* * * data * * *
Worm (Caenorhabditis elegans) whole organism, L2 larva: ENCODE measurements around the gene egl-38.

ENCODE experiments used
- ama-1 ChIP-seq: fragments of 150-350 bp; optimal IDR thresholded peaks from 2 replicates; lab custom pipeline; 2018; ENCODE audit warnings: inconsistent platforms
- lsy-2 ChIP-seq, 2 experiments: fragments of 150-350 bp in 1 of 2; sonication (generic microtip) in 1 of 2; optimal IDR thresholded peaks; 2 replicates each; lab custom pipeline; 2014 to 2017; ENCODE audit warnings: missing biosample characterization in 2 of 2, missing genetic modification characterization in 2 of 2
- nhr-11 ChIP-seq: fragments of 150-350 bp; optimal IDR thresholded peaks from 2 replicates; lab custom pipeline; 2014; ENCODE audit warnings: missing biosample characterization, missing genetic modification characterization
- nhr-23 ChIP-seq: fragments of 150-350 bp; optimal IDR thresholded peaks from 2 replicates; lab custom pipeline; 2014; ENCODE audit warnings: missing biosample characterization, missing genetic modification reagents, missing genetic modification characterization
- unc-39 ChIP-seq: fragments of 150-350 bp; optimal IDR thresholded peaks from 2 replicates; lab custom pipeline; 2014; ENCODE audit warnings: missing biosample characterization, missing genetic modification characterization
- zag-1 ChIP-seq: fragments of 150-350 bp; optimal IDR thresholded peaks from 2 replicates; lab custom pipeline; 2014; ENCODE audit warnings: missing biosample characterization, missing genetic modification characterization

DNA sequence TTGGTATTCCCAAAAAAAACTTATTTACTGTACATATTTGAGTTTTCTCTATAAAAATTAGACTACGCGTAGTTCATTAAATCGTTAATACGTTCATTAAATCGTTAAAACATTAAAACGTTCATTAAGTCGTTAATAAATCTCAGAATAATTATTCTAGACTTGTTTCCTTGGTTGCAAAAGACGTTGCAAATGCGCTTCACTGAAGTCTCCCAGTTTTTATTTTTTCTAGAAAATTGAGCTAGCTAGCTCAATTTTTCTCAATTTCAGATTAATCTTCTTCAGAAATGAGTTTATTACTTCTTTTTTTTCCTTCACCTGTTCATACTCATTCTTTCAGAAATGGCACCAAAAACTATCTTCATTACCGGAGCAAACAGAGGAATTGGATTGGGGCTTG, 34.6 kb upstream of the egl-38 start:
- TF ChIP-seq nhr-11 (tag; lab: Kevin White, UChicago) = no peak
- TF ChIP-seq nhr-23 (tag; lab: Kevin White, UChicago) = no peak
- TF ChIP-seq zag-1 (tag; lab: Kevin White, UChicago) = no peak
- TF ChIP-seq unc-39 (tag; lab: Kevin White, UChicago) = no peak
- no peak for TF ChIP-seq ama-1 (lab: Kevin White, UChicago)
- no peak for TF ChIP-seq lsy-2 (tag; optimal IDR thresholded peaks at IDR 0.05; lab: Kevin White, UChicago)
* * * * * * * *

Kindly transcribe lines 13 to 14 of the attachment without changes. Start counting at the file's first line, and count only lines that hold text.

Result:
- TF ChIP-seq unc-39 (tag; lab: Kevin White, UChicago) = no peak
- no peak for TF ChIP-seq ama-1 (lab: Kevin White, UChicago)